As of late, news and updates concerning the coronavirus have dominated the news.
Each day brings about new statistics and information about the spread of the coronavirus.
Locally, University of Florida (UF) students had their spring break during Feb. 29th until March 9. During this spring break, countless students traveled by bus, train, car, boat and plane. Many cases of the virus specifically in the U.S. are linked to travel and person-to-person spreading. In spite of this, many students still traveled across the country and to other continents. On March 6th an email addressed to UF students, faculty and staff from Dr. Ronald L. Berry, director, UF Student Health Care Center and Dr. Charles E. Lane, senior vice president and chief operating officer, covered concerns about the coronavirus on campus.
The email starts, “As Spring Break concludes and classes resume next week at the University of Florida, UF officials want you to know what is being done to prepare in light of the ongoing COVID-19 situation.” The email also states, “Effective immediately, no one who has been to China, Japan, South Korea, Italy or Iran within the past 14 days will be permitted on the UF campus. This applies to students, faculty, staff and visitors, with the exception of anyone seeking or receiving medical treatment at UF Health or UF Health Jacksonville.”
In preparation, UF installed additional hand sanitizer dispensers throughout campus, the distribution of the Trushot restroom disinfectant and cleaner to the custodial workforce, the purchase of extra supplies of hydrogen peroxide for general disinfection purposes and for use on transit buses and lastly the purchase of the Clorox Total 360 electrostatic disinfectant spray system, to be used in the event of a reported COVID-19 case on campus. This system disinfects the front, sides and backs of surfaces.
“As we’ve seen from recent countries with community spread, when it has hit those countries, it has moved quite rapidly. We want to make sure the American public is prepared,” Nancy Messonnier, director of CDC’s National Center for Immunization and Respiratory Diseases, told reporters. It is important for students to understand the potential severity of the spreading of the coronavirus and to take the appropriate precautions.
Midway into March, news concerning the coronavirus and the spread of it throughout the United States only worsened. As a result, UF proceeded to take precautions by scheduling all classes online for the remainder of the semester. Dr. Kent Fuchs, president of UF, stated in an email that, “I am writing to let you know that in response to Gov. Ron DeSantis’ announcement that four University of Florida students have tested positive for COVID-19 and at the governor’s recommendation, all UF classes will remain online for the remainder of the Spring semester.”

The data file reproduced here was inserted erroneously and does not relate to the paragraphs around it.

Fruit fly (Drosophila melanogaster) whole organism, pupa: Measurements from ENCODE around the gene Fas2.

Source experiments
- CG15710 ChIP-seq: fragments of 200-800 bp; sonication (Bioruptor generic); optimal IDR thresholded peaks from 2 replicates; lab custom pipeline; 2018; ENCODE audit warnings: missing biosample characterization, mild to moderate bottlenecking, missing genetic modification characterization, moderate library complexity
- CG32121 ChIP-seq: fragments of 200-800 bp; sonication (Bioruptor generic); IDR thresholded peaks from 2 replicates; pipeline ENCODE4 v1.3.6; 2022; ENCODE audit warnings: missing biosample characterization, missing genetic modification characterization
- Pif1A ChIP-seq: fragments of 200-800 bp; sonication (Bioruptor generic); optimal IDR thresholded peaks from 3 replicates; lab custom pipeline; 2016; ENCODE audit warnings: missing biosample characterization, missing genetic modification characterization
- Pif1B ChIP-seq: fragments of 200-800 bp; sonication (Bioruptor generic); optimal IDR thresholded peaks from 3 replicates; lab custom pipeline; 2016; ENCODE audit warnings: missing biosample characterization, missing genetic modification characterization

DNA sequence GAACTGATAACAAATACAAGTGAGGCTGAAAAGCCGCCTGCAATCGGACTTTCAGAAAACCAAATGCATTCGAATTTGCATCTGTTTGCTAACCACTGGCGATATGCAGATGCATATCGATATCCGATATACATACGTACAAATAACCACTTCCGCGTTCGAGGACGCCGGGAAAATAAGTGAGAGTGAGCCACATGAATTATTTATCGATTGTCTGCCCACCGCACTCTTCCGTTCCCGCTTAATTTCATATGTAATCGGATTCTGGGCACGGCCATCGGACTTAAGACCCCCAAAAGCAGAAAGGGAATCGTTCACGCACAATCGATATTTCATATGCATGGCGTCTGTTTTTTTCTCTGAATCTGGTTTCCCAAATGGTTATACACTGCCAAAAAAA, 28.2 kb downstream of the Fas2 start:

Furthermore, an email sent out to UF students from Provost Joe Glover and Vice President D’Andra Mull, stated, “We want you students to know that we are offering a full suite of courses for Summer A, B, and C. Summer A/C courses will be provided online so you can continue to make progress even in the current circumstances.”
UF STUDENTS NOW
As this rate, daily norms are changing rapidly UF students, professors, staff and families must adjust and re-adjust to new protocols, rules and norms. “I am highly inconvenienced because my learning environment affects my productivity,” said Angelica Zeas, a UF freshman. “My motivation is at an all-time low. I am taking pre-med classes that are difficult enough. I am also taking a language class which I also believe is more efficient in person, so this semester is rough.”
While some students are mildly inconvenienced others are highly inconvenienced and are concerned about financial situations. “While I am a PACE student, this also affects the activities and sports I am involved in,” UF freshman Sydney Dotson said. “However, I understand the gravity of the situation and I think if UF takes some steps to give students refunds on things like dorms and meal plans then moving classes online is definitely the right decision.”
Online communication between students and professors has become essential to surviving the transition from physical classes to online classes. “Just in this week alone, I am having to struggle with moving out of my scholarship house here in Gainesville while studying for two exams that will drastically impact my course grades, on top of the assignments for three additional courses,” said Abigail Kratochvil, a freshman at UF. “I firmly believe that professors need to take into account the strain and stress students are experiencing during this time. As such, they should proceed generously considering grades as many students, myself included, registered for physical classes for a variety of valid reasons.”
Throughout this pandemic, a variety of sacrifices have been made by UF students and professors alike. In the meantime, UF will strive to continue to develop its online experience easier for everyone.